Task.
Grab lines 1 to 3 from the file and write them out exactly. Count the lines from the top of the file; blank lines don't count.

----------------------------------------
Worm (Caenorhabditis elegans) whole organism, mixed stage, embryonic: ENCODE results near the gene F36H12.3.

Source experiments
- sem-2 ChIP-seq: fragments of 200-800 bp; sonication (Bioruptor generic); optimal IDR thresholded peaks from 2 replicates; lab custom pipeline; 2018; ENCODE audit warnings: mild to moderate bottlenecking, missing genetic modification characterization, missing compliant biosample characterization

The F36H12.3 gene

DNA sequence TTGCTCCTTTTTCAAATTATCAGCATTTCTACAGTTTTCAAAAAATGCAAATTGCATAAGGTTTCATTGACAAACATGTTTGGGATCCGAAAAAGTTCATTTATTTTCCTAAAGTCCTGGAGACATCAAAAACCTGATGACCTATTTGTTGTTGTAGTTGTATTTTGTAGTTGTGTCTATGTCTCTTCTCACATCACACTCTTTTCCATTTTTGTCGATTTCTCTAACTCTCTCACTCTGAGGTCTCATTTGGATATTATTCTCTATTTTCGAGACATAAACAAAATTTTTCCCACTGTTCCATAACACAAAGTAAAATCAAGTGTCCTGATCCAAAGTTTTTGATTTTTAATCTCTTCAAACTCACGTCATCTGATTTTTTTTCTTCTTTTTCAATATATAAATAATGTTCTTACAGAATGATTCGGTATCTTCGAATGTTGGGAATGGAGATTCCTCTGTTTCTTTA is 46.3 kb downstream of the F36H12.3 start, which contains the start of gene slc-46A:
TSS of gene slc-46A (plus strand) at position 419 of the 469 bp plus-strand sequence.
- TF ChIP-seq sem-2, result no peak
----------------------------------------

Worm (Caenorhabditis elegans) whole organism, mixed stage, embryonic: ENCODE results near the gene F36H12.3.

Source experiments
- sem-2 ChIP-seq: fragments of 200-800 bp; sonication (Bioruptor generic); optimal IDR thresholded peaks from 2 replicates; lab custom pipeline; 2018; ENCODE audit warnings: mild to moderate bottlenecking, missing genetic modification characterization, missing compliant biosample characterization